Or they might not even resemble artworks as such, but involve collaborations between creative practitioners and professionals from other fields of endeavour. In this latter case, the “art” component of this sort of work seems to dissolve, which arguably is a consummation of Allan Kaprow’s aspiration for the blurring of art and life. Such collaborations might walk on the knife edge of instrumentality / commercialism. This was exemplified by Ross Harley in his keynote speech at ACUADS, “The Role of Artists and Designers in Transdisciplinary Research”. Harley offered case studies from artists who produce quite “functionalist”, but nevertheless impressive visualisation technologies (eg, for documenting endangered cultural sites, and re-presenting them as immersive installations; or for allowing medical patients to see inside their own viscera in full 3D animated detail).

Other examples of this sort of stuff include the longitudinal engagement of artists within corporations and government agencies carried out by the Artist Placement Group (APG) in Britain in the 1970s; or the work of Ian Milliss and co. in working within the union movement in Australia during the 1970s and 80s.

In this model, we have moved quite far from the authored “work of art” as an object (no matter how experimental that object might be) and into the realm of the “work that art does” (in a Deweyan sense) in transforming experiences within the flow of life. To embrace this way of working is to relinquish the somewhat romantic attachment to the artist as author – and some might say to relinquish the idea that what one is doing is making “better artworks”. Because, how can you really compare the two categories? They’re both interesting, just different.

Anyway, where have I arrived with all of this? Here’s my executive summary / manifesto:

First: in an ideal world, an already good artist (which should be a requirement of enrolling in the PhD) should, under enthusiastic supervision, be so immersed in practice that a refreshed and mindful, critically aware version of their work arises from the ashes of crippling self-consciousness. Second: in many cases, the work of the curious might take the opportunity to transform itself into something completely different – something that might only be possible by working collaboratively within the context of “academic research”. The results might not be recognisable (yet) within standard artworld frameworks, but there are many frameworks beyond the artworld which are equally worth exploring.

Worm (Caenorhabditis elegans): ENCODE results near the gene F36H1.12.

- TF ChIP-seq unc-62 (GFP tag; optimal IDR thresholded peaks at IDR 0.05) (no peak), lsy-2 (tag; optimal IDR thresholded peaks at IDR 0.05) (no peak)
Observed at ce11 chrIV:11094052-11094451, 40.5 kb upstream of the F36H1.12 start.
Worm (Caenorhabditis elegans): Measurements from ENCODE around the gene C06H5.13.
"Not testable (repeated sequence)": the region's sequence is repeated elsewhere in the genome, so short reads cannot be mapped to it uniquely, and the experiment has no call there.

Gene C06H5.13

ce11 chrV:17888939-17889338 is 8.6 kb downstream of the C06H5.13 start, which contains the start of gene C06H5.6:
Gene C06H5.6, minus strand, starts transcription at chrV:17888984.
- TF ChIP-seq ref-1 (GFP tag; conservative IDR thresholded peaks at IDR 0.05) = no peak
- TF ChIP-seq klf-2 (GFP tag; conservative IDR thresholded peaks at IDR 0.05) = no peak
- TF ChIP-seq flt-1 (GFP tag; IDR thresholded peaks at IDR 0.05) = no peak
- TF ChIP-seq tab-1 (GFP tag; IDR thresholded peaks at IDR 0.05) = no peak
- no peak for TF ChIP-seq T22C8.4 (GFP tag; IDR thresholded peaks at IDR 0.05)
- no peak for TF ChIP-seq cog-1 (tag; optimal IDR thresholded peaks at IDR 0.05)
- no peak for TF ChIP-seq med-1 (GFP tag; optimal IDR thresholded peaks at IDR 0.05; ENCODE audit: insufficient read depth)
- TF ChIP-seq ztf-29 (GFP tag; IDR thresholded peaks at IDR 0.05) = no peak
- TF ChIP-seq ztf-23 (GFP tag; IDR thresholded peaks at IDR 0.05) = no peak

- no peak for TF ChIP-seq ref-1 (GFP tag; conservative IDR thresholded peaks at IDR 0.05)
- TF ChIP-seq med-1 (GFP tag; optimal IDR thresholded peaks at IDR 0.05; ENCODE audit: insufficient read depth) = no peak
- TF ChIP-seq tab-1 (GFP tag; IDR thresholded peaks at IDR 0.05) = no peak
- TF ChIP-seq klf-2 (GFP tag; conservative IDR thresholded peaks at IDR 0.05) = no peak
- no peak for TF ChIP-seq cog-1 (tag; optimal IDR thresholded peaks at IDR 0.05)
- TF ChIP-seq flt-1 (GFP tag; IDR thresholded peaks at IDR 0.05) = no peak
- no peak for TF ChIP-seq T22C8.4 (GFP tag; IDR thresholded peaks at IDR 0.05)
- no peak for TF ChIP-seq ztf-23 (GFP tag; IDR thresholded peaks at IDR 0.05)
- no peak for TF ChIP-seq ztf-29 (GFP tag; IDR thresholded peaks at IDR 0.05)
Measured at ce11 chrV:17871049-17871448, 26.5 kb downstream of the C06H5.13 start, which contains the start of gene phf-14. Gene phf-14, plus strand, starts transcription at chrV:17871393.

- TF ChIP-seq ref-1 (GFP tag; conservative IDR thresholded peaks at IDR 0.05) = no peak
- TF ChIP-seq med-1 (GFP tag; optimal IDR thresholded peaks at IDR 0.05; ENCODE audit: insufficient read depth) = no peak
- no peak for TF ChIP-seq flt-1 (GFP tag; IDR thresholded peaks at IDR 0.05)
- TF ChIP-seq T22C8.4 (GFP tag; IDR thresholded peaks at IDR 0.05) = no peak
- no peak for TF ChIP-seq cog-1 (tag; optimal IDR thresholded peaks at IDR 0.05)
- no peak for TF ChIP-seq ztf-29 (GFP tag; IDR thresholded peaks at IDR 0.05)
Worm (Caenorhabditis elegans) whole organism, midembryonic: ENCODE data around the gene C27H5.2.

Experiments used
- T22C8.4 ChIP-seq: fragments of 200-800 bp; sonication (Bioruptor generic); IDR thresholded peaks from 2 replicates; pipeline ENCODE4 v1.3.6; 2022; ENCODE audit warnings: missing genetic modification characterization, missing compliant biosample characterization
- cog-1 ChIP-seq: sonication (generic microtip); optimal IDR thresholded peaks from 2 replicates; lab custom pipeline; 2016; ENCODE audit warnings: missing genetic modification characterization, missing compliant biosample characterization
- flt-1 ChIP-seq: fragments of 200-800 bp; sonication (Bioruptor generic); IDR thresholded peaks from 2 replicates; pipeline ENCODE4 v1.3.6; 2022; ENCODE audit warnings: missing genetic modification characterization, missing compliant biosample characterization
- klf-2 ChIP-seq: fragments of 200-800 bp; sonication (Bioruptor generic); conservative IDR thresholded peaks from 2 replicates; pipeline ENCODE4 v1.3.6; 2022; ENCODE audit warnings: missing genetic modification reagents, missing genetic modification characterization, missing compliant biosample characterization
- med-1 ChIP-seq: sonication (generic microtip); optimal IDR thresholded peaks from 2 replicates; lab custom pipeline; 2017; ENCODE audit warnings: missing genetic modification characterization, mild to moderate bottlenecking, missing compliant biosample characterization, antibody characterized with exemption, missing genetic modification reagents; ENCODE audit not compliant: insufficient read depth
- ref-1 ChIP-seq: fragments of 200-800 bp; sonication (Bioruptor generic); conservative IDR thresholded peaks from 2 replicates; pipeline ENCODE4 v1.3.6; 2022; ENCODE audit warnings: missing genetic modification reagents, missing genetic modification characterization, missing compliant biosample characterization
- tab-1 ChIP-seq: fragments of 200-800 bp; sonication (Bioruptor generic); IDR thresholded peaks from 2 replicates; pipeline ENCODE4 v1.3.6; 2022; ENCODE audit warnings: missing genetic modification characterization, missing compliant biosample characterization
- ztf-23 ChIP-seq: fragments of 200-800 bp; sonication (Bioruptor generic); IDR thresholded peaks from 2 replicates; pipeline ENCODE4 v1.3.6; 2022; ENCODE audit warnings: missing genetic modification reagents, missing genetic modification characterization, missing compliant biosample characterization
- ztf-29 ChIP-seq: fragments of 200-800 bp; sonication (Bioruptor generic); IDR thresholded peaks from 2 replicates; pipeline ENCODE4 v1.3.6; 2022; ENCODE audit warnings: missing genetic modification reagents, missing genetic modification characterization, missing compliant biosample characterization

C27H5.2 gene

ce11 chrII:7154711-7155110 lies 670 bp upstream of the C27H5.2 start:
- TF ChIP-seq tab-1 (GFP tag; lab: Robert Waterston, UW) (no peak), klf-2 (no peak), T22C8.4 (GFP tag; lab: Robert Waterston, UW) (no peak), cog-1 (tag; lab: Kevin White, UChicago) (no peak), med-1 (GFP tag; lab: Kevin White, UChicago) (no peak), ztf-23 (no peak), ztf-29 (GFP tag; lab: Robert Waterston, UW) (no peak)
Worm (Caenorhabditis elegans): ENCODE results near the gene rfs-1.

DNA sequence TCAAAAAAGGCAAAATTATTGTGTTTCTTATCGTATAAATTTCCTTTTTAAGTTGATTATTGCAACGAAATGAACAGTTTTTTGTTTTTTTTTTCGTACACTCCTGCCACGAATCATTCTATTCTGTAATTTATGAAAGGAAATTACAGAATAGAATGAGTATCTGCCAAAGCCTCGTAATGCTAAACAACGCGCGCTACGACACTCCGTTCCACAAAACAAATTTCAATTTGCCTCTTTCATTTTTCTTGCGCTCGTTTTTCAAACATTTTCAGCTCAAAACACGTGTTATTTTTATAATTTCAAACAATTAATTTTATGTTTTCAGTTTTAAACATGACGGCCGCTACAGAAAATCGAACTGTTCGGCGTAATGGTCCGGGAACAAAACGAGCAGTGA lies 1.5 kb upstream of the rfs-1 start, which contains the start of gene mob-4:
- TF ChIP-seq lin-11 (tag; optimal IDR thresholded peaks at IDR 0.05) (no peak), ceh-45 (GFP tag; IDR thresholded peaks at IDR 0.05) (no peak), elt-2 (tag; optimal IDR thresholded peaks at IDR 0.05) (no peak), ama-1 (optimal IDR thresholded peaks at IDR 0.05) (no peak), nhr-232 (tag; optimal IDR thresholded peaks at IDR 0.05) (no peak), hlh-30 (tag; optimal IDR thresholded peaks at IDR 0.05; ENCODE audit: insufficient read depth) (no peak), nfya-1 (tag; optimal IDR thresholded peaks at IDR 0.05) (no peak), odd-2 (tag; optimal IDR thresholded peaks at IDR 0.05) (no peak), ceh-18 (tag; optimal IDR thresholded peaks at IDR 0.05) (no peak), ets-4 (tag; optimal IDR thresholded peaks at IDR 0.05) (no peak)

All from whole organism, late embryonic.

2 thoughts on “Does postgraduate study make for better art?

  1. brogan

    I like the naive, direct question. It occurs to me, however, that the issue is not so much whether better art is produced than whether art itself is improved. You suggest the potential for the degree to produce more thoughtful forms of artistic practiced that explore relationships beyond the conventional art world. Art discovers another space of reflective awareness and expands its horizons, risking its own, narrowly conceived sense of self-identity.

    I take your point, but feel more ambivalent. The Creative PhD represents a new form of artistic patronage with its own particular set of affordances and restrictions. In order to gain access to the academic research system artists must be prepared to position their work as research. They must conceive their work as producing new knowledge. They must adhere to institutional requirements relating to the proper conduct of research – particularly in terms of the protocols relating to ethical research practice. The implications of this alignment with university research are complex. However useful it may be in terms of buying time for artists to think, work and explore new points of association, it also affects how artistic practice is conceived and undertaken. I’m sure it can be regarded positively and experimentally, but it can also appear awkward and distorting.

    What’s important in my view is to think about these implications rather than continue to brush them under the carpet in the political push to have artistic practice accepted as a credible form of research. The notions of both academic research and artistic practice, as well as the various alignments between the two, require close and constant interrogation.

  2. Pingback: lucazoid: does postgraduate study make for better art? | dance practice-as-research 2014